Modern theories of BPD hold that abnormal genes lead to abnormal communication between various inter-linked regions of the brain—so-called “neurocircuits”—which in turn increases the likelihood of profound mood swings. There’s growing evidence that BPD may involve a sort of top-down, “failure to communicate” within the brain. Specifically, the frontal regions of the brain may not adequately dampen over-activity in the “emotional” (limbic) parts of the brain, perhaps contributing to mood swings. 11

 

So, you ask—is it still all a matter of “biology”? Not at all—the person’s environment certainly matters. A major stressor may sometimes trigger a depressive or manic episode. And, if a child with early-onset BPD is raised in an abusive or unloving home, or is exposed to many traumas, this is likely to increase the risk of mood swings in later life12—though there is no evidence that “bad parenting” causes BPD. (At the same time, abuse or trauma in childhood may change the “wiring” of the brain permanently, and this in turn may lead to more mood swings—truly, a vicious circle).13 On the other hand, in my experience, a supportive social and family environment can improve the outcome of a family member’s BPD.

 

Finally—while the individual’s approach to “problem-solving” is not a likely cause of BPD—there is evidence that how the person thinks and reasons makes a difference. For example, cognitive-behavioral therapy and family-focused therapy may reduce the risk of relapse, in BPD.14 And so, with appropriate support, the person with bipolar disorder can take some control of her illness–and maybe even improve its course– by learning more adaptive ways of thinking.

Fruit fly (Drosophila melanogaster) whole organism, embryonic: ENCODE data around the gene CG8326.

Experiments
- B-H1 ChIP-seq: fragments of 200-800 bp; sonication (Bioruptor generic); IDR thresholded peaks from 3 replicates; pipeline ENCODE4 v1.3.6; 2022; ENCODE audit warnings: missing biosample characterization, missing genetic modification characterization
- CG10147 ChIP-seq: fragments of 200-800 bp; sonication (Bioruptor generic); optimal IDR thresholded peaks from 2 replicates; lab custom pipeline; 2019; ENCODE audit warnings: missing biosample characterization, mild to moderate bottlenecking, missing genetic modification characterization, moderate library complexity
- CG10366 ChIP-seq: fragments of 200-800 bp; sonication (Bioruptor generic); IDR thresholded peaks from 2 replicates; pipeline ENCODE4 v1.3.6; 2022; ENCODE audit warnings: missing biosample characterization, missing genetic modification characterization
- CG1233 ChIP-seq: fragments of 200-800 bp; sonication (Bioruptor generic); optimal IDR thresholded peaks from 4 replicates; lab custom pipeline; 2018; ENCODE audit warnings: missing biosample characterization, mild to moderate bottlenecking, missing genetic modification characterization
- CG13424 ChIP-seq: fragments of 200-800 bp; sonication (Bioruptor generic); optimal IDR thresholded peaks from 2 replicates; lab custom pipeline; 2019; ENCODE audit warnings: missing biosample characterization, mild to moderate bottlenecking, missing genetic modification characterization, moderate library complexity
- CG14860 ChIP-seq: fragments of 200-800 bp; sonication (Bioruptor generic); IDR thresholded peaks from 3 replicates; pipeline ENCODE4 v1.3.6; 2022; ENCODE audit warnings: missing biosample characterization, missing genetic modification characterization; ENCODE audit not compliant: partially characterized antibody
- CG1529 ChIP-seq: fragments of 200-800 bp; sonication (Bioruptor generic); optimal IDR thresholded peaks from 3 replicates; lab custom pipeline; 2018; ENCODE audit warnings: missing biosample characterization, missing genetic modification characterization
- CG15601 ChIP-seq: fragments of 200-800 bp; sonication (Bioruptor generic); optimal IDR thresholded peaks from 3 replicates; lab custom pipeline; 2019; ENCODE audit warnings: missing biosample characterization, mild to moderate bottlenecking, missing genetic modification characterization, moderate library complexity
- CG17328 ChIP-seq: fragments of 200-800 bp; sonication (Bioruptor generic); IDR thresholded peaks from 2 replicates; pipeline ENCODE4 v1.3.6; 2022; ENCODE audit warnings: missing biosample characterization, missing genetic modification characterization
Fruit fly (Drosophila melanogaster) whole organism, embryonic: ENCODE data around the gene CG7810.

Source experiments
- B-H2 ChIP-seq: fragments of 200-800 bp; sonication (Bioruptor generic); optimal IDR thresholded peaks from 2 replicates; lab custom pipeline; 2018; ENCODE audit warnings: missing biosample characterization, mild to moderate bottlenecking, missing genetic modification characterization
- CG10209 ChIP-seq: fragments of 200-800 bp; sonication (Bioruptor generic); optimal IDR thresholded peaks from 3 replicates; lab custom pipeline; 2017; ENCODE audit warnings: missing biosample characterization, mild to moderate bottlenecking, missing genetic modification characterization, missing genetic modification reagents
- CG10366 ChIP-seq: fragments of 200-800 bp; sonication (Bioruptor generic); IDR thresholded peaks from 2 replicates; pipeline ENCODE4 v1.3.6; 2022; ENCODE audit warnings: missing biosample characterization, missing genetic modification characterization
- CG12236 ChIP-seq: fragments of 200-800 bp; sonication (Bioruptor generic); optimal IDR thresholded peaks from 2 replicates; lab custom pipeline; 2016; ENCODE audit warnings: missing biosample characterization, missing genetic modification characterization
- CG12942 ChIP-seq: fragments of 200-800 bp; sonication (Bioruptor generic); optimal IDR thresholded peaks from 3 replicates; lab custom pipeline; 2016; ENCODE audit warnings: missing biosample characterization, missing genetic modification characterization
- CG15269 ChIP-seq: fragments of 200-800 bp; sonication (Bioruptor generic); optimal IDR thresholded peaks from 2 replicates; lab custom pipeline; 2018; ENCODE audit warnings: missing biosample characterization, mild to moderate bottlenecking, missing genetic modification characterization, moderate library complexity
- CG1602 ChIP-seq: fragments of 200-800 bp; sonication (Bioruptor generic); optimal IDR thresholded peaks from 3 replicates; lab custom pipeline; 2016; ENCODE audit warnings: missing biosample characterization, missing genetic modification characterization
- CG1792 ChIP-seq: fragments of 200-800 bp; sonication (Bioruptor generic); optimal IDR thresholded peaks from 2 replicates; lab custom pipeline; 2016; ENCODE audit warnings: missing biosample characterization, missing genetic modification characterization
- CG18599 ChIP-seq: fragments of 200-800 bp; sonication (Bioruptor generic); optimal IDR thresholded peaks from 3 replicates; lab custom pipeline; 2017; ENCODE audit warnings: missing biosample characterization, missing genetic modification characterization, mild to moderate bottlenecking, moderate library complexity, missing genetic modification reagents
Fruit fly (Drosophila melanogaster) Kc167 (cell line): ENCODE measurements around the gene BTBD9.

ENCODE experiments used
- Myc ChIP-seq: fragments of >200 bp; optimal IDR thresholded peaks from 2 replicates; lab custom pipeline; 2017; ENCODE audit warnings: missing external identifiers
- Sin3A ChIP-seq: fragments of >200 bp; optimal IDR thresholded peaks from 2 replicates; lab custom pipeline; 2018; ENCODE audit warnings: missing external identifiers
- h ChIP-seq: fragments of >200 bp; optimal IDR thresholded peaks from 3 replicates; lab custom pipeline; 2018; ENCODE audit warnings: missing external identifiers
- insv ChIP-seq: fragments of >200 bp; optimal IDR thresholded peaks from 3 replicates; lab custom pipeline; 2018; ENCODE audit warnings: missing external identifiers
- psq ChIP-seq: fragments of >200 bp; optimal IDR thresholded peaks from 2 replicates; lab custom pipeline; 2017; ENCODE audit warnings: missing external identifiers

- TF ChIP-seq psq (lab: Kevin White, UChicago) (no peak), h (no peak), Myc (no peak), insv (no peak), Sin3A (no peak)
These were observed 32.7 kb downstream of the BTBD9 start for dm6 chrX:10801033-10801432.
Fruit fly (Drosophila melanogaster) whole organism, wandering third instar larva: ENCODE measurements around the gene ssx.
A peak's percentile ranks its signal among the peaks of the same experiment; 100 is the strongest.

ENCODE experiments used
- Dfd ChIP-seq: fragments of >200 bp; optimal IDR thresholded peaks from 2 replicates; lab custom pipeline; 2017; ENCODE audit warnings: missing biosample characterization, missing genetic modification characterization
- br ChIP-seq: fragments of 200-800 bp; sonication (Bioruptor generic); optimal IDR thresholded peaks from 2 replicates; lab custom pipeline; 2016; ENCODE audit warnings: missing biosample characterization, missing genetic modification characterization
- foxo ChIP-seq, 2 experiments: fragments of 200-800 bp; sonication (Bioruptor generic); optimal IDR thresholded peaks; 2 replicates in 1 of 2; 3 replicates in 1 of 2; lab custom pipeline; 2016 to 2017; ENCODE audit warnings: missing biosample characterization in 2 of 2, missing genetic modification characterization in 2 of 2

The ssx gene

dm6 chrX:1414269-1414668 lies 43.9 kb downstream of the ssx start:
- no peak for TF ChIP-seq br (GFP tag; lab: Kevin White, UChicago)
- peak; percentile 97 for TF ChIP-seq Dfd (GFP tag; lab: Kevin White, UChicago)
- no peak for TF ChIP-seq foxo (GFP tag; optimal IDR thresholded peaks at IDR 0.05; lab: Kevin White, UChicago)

So, boiling it all down, Mrs.——–, I certainly can’t tell you the exact cause of your or anybody’s psychiatric illness, but it’s a lot more complicated than a “chemical imbalance”. You are a whole person–with hopes, fears, wishes, and dreams—not a brain filled with chemicals! The originators of the “biogenic amine” hypothesis understood this over forty years ago—and the best-informed psychiatrists understand it today.

 

Sincerely,

 

Ronald Pies MD

 

Note: The above “letter” was addressed to a hypothetical patient. A full disclosure statement for Dr. Pies may be found at: http://www.psychiatrictimes.com/editorial-board

 

References

 

Pies R: Psychiatry’s new brain-mind and the legend of the chemical imbalance. Psychiatric Times, July 11, 2011. http://www.psychiatrictimes.com/blog/couchincrisis/content/article/10168/1902106

See, for example, M. Angell MD, in the New York Review of Books: “The shift from “talk therapy” to drugs as the dominant mode of treatment coincides with the emergence over the past four decades of the theory that mental illness is caused primarily by chemical imbalances in the brain that can be corrected by specific drugs…” http://www.nybooks.com/articles/archives/2011/jun/23/epidemic-mental-illness-why/

Schildkraut JJ, Kety SS. Biogenic amines and emotion. Science. 1967; 156:21-37.